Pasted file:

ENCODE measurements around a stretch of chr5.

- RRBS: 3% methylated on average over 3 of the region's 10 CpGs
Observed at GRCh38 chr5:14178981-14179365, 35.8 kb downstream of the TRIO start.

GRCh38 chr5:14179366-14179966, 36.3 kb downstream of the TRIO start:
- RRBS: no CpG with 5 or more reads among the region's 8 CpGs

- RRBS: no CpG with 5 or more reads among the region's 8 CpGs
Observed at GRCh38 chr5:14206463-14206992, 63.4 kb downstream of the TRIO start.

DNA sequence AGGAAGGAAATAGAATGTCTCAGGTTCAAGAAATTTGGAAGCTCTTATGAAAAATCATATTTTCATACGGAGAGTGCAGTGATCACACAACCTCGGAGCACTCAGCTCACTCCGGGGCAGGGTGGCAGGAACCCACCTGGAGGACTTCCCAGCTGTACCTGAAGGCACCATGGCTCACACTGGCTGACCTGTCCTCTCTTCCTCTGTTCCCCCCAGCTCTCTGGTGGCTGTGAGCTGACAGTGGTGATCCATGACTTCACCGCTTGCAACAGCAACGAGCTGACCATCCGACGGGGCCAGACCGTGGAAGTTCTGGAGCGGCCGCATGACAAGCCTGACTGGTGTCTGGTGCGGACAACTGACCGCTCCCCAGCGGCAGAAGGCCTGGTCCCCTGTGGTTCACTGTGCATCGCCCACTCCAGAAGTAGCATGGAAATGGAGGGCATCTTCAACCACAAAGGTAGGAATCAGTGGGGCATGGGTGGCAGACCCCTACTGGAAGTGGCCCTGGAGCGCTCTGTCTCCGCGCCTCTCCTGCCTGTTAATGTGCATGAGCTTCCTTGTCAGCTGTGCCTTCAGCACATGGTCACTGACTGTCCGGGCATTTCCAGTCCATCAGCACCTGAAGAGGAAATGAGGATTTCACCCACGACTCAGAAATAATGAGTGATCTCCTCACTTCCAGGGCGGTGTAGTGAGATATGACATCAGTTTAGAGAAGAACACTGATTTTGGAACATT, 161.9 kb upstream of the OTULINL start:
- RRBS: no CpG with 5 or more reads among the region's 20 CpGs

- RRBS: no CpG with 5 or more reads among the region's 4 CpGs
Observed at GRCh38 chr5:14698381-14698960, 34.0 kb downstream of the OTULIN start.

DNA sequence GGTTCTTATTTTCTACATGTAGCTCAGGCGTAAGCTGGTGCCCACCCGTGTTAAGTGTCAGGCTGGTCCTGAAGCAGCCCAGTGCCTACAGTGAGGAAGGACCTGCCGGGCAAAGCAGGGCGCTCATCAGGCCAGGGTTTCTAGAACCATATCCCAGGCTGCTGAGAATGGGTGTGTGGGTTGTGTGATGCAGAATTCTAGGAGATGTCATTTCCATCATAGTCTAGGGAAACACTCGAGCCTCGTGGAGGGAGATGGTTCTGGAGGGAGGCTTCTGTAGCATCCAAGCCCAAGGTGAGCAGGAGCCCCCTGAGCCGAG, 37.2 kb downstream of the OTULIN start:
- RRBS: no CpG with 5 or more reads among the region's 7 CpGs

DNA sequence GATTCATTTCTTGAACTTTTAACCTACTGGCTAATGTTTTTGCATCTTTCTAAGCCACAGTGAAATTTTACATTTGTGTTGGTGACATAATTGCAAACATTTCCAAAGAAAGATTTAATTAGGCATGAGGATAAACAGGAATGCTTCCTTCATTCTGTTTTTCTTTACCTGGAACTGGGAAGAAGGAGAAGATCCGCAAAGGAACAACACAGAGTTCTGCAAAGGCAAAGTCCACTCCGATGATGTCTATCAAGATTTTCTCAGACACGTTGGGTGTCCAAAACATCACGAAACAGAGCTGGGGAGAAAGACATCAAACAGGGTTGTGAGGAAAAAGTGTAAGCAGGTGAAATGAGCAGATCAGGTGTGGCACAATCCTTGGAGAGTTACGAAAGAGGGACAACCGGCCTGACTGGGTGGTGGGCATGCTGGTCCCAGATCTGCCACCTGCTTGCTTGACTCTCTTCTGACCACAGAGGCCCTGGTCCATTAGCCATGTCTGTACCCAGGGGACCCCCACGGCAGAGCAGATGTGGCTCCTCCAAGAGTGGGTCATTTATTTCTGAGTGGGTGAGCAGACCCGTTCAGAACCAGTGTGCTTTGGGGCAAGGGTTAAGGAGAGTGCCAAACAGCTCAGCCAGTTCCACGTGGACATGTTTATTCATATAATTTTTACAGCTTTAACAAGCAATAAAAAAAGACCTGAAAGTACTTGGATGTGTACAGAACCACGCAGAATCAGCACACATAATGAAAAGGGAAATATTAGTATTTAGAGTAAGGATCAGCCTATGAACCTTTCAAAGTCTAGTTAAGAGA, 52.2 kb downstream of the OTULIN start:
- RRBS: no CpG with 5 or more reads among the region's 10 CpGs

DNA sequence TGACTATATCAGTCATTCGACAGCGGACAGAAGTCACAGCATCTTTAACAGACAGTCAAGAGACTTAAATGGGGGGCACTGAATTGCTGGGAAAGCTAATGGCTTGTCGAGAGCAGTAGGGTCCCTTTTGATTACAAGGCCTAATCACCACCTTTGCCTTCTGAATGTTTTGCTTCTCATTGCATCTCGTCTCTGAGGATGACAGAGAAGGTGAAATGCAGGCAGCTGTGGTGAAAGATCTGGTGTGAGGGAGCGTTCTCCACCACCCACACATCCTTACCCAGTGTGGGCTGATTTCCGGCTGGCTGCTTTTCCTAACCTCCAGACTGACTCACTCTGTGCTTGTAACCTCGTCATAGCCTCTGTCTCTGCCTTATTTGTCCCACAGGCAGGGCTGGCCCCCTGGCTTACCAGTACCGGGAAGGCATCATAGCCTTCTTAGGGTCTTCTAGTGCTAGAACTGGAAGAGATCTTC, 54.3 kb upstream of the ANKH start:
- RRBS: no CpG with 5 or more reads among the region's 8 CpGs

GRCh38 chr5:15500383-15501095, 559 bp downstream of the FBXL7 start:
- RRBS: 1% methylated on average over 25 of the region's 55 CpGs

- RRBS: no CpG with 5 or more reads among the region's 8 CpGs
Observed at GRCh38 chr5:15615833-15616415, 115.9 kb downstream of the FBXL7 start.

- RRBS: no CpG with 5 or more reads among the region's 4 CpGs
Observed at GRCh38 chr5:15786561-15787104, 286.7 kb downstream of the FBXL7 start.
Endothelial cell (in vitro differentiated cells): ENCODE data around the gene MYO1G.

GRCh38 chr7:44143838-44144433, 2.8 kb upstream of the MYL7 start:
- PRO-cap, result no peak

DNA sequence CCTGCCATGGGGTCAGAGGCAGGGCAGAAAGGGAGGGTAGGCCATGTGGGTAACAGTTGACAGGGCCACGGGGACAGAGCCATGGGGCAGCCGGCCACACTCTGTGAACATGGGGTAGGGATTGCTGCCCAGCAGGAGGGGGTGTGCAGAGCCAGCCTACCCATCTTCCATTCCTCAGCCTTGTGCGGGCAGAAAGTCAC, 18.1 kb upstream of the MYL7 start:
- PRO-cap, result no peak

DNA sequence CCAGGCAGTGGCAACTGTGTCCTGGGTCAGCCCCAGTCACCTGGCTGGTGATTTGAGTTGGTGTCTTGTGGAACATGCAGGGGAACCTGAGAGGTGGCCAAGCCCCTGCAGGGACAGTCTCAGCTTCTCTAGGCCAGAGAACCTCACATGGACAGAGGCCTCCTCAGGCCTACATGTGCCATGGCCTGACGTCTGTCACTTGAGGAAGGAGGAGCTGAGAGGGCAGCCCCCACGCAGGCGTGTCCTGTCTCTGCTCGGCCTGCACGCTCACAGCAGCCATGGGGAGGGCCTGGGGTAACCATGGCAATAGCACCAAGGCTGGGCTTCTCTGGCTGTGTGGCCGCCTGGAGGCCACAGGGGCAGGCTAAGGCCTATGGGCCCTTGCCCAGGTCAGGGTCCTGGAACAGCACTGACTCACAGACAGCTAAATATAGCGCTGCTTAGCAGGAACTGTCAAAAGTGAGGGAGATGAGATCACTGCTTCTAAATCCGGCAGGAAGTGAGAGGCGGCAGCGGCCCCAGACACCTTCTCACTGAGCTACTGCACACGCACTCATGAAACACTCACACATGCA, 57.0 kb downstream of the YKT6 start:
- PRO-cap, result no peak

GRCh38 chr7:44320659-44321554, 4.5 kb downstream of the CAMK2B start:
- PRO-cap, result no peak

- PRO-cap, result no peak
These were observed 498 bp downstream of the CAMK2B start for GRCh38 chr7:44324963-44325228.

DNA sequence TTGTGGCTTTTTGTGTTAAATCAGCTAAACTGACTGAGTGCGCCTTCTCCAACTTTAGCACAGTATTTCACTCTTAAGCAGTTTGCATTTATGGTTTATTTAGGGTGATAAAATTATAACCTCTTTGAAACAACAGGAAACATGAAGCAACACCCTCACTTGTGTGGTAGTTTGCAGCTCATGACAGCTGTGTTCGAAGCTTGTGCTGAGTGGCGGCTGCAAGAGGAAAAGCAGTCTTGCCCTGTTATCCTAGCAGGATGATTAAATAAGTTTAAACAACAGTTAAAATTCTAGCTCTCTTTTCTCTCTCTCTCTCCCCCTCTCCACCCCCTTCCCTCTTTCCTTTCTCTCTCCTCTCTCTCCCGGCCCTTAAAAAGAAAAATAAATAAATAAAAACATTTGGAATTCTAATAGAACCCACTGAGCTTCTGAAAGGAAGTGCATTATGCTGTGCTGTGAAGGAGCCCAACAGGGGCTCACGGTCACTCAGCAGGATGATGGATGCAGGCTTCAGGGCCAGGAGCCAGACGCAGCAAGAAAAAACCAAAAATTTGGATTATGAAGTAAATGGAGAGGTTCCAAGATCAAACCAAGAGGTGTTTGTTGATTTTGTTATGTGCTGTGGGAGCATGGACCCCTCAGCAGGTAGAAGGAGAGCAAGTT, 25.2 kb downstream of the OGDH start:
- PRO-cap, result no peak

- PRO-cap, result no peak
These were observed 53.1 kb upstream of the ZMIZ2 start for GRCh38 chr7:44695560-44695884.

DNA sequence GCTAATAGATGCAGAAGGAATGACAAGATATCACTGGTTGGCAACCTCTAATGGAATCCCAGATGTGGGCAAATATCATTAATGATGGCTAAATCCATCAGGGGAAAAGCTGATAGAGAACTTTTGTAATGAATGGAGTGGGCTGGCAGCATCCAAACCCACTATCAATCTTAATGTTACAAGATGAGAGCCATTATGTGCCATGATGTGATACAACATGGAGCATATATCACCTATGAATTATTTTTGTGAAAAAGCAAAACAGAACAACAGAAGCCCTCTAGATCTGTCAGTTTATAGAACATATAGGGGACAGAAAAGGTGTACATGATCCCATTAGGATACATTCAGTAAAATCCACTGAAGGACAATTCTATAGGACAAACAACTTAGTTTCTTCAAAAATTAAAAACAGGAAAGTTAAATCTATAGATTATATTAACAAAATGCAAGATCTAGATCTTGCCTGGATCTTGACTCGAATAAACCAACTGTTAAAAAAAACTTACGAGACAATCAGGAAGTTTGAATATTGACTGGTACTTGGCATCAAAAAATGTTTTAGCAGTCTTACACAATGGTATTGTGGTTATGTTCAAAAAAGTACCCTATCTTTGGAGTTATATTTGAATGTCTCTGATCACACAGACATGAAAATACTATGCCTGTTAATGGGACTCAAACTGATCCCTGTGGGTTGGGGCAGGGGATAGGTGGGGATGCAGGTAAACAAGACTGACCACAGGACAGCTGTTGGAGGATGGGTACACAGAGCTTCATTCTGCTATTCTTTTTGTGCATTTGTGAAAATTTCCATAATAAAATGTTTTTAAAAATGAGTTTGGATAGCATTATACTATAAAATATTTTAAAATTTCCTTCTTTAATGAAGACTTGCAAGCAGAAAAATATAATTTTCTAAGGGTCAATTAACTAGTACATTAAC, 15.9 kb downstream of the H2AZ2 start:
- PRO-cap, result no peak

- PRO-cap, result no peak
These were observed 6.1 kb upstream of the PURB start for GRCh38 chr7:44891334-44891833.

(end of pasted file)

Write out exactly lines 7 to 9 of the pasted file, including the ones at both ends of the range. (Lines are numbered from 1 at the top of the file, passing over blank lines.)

Observed at GRCh38 chr5:14206463-14206992, 63.4 kb downstream of the TRIO start.

DNA sequence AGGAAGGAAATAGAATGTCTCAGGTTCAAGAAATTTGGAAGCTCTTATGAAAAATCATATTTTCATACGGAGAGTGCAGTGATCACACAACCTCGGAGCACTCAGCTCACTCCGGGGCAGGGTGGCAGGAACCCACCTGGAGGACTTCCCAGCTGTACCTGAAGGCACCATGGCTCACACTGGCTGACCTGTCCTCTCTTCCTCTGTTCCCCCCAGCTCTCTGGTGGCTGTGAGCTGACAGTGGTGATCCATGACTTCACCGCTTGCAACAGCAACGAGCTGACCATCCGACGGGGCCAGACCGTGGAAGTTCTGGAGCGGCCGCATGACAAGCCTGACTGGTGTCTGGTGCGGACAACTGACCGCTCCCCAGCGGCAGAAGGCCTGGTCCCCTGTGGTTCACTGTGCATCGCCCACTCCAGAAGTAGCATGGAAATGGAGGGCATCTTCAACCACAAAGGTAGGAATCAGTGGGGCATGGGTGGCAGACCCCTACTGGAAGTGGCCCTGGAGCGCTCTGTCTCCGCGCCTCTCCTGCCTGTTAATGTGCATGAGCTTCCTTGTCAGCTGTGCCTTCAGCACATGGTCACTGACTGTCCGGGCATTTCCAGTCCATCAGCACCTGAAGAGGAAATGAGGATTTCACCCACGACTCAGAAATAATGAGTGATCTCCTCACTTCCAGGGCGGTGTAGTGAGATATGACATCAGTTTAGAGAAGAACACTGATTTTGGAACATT, 161.9 kb upstream of the OTULINL start:
- RRBS: no CpG with 5 or more reads among the region's 20 CpGs